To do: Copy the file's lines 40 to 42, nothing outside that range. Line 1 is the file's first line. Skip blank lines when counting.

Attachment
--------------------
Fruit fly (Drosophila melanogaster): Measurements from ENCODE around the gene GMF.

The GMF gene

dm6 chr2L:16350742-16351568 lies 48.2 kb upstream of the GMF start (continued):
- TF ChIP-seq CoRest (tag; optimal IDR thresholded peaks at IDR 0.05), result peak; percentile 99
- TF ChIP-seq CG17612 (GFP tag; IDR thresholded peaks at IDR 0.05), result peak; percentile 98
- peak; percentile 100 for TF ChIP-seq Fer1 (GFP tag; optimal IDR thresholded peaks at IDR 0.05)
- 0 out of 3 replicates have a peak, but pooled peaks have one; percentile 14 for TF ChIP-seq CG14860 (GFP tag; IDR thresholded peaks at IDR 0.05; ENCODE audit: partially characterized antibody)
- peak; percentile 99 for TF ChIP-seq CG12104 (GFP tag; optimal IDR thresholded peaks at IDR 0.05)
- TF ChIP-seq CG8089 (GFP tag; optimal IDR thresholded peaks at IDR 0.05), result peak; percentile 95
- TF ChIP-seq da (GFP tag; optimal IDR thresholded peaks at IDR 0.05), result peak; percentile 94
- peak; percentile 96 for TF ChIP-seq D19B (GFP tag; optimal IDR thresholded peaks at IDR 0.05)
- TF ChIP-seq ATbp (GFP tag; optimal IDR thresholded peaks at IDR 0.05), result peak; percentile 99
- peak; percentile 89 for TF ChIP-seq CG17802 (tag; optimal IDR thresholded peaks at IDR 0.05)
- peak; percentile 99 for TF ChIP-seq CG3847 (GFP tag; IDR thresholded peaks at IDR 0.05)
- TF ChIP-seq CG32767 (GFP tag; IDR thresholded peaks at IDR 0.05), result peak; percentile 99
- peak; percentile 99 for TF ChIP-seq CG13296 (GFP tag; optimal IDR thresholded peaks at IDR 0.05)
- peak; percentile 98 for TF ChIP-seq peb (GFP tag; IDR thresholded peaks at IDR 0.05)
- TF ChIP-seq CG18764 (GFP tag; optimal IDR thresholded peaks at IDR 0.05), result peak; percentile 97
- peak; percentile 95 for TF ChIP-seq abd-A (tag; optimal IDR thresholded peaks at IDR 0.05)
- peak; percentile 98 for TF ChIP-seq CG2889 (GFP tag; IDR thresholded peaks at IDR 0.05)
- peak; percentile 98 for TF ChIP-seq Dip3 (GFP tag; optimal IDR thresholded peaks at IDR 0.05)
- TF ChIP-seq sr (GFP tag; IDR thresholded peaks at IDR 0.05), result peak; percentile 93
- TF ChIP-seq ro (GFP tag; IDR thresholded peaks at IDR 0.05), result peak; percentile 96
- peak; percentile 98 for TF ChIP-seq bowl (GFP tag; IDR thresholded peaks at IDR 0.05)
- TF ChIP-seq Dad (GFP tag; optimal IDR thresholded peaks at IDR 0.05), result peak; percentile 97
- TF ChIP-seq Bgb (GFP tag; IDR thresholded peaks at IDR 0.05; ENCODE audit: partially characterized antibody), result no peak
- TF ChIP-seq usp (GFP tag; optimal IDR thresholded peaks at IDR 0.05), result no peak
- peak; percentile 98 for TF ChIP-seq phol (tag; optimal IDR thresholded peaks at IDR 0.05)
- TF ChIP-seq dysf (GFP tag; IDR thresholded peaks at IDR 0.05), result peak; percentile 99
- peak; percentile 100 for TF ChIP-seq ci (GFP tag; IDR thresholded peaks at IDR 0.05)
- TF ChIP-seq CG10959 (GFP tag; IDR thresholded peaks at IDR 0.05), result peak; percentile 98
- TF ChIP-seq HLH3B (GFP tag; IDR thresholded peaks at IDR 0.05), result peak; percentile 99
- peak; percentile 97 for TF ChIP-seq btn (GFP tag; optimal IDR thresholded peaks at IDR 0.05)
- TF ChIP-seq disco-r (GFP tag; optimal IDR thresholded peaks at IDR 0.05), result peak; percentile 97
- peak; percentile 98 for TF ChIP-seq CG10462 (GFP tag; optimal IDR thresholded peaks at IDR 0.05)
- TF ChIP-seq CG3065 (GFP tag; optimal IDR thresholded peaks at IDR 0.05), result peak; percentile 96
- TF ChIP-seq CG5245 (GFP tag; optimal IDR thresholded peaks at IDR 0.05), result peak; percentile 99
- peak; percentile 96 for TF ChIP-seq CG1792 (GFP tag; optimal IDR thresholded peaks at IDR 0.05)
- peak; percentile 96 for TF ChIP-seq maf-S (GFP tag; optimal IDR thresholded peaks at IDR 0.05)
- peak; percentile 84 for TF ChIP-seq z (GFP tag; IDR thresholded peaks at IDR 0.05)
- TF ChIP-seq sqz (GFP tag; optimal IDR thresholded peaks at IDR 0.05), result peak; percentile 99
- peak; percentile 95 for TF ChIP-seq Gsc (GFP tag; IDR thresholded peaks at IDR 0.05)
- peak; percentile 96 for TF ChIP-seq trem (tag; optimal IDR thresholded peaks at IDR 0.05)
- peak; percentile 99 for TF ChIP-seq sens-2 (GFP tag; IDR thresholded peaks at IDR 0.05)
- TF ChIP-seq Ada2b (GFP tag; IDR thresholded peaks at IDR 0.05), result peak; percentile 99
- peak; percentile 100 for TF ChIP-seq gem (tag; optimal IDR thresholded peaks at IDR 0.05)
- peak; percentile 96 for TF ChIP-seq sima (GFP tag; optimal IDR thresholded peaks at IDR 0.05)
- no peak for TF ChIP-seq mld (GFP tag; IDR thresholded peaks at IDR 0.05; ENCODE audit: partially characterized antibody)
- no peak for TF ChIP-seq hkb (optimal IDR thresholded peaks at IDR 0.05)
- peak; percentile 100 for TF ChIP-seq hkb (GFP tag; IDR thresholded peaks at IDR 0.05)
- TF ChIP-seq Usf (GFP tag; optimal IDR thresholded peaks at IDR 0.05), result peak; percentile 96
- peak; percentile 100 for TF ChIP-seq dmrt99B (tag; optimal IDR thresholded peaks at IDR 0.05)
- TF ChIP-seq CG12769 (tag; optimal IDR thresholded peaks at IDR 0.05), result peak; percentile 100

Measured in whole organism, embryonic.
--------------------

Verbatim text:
- peak; percentile 84 for TF ChIP-seq z (GFP tag; IDR thresholded peaks at IDR 0.05)
- TF ChIP-seq sqz (GFP tag; optimal IDR thresholded peaks at IDR 0.05), result peak; percentile 99
- peak; percentile 95 for TF ChIP-seq Gsc (GFP tag; IDR thresholded peaks at IDR 0.05)